Trio Of Important First Sale Cases All Hit Appeals Court In Early June

from the it's-first-sale-month dept

Zusha Elinson has noted that a trio of important cases concerning the "first sale doctrine" in copyright law will all be heard on appeal in the (at times wacky) 9th Circuit in early June. We've written about all three cases here before. There's UMG v. Augusto, which questions whether or not it's legal to resell "promo CDs" that record labels stamp "not for resale." In that case, the judge ruled that reselling was perfectly fine, and preventing such sales was a violation of the first sale doctrine (and would, effectively, give record labels a way of creating perpetual and all-controlling copyright, if the decision went the other way). Then there's Autodesk v. Vernor, similarly involving the right to resell software. Again, the district court ruled that this was allowed, noting that software is really sold, not (as Autodesk claimed) just licensed.

The third case is the troubling one. MDY v. Blizzard is the one case that went the other way, in a ruling that left many copyright experts scratching their heads, noting that it seemed to go against everything that the first sale doctrine stood for -- and that nothing the guy did (he made a bot that worked in World of Warcraft) actually violated copyright law.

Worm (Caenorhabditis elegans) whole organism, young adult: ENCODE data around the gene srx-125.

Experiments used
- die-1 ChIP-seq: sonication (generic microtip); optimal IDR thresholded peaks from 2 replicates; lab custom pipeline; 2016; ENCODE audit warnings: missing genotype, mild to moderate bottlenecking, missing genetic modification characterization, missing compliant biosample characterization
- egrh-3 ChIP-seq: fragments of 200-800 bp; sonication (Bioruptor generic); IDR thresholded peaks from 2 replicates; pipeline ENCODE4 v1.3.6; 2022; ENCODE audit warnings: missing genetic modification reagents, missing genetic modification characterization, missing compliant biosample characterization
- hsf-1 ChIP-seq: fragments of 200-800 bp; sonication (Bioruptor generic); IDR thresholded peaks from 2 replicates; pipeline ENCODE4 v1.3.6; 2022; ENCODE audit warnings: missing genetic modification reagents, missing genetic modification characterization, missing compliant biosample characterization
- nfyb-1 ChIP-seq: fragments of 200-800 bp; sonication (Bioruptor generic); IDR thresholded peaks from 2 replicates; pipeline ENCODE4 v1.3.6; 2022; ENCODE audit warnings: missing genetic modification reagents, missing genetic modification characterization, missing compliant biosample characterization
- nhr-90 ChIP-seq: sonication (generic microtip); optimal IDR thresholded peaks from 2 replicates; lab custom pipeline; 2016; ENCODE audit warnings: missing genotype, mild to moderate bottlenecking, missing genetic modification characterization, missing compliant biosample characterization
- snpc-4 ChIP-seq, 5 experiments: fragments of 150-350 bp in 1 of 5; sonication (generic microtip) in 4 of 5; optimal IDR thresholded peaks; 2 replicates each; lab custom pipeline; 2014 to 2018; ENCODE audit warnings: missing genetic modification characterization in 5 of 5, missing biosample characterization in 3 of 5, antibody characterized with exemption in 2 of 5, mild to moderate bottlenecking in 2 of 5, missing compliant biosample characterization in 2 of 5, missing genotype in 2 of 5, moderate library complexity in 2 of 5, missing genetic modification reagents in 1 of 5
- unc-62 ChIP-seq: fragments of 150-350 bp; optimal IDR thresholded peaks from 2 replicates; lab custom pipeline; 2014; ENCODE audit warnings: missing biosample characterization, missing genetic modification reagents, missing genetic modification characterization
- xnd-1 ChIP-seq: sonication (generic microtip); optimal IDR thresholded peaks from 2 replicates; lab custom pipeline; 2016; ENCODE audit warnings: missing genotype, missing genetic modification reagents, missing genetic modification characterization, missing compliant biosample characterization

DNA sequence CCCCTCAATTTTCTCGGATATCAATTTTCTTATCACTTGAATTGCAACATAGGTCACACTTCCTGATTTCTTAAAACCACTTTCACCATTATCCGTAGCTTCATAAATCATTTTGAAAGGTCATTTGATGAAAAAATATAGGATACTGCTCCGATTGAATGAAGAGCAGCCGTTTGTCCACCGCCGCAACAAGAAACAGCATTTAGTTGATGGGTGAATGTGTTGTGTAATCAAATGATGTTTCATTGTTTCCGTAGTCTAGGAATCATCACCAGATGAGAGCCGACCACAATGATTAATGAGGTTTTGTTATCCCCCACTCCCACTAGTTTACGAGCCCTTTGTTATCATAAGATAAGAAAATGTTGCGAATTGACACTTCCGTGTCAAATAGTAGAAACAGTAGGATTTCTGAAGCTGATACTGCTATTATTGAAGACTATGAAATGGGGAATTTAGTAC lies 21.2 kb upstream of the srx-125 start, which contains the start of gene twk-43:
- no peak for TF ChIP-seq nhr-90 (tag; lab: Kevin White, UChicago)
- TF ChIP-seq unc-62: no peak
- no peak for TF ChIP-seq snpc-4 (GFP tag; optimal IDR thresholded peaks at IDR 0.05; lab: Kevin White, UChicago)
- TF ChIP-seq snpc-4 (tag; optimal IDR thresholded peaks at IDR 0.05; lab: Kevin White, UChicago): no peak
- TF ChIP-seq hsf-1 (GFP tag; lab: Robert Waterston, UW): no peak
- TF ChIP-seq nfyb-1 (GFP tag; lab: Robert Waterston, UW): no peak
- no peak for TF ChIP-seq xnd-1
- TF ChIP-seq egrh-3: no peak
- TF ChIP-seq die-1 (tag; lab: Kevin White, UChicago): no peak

Hopefully, the appeals court upholds the first two cases and reverses the third... but these days, you never know how courts are going to rule on these sorts of issues. And, the 9th Circuit is often notoriously... weird in some of its rulings. Either way, these are three cases worth watching, as they could have a pretty big impact on the question of whether or not you have the right to do what you want with products you bought.
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Filed Under: augusto, copyright, first sale, mdy, vernor
Companies: autodesk, blizzard, umg

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  1. icon
    Nick Coghlan (profile), 12 May 2010 @ 6:47am

    The 3rd case is not the same, but should still be reversed on appeal

    I agree the third situation is somewhat different from the first two, but I also believe the decision in that case should still be reversed.

    The problem is that Blizzard can ban bots in their Terms of Service and cancel people's account if they catch them using a bot. That's all fine and well within Blizzard's rights (and as a WoW player, hooray for them doing it - bots can seriously mess up server economies).

    What Blizzard have done in this third case, however, is to go after the *maker* of one of the bot programs and attempt to use copyright law to get the bot program *itself* declared illegal.

    That's an abuse of copyright law, and the courts shouldn't allow it. Sure, the bot maker is creating a tool that has the sole purpose of helping people to violate Blizzard's Terms of Service in WoW, but that isn't illegal as things currently stand. If Blizzard would like it to be illegal, then they should be lobbying the legislative branch rather than persuading the judicial branch to get creative in interpreting the law.

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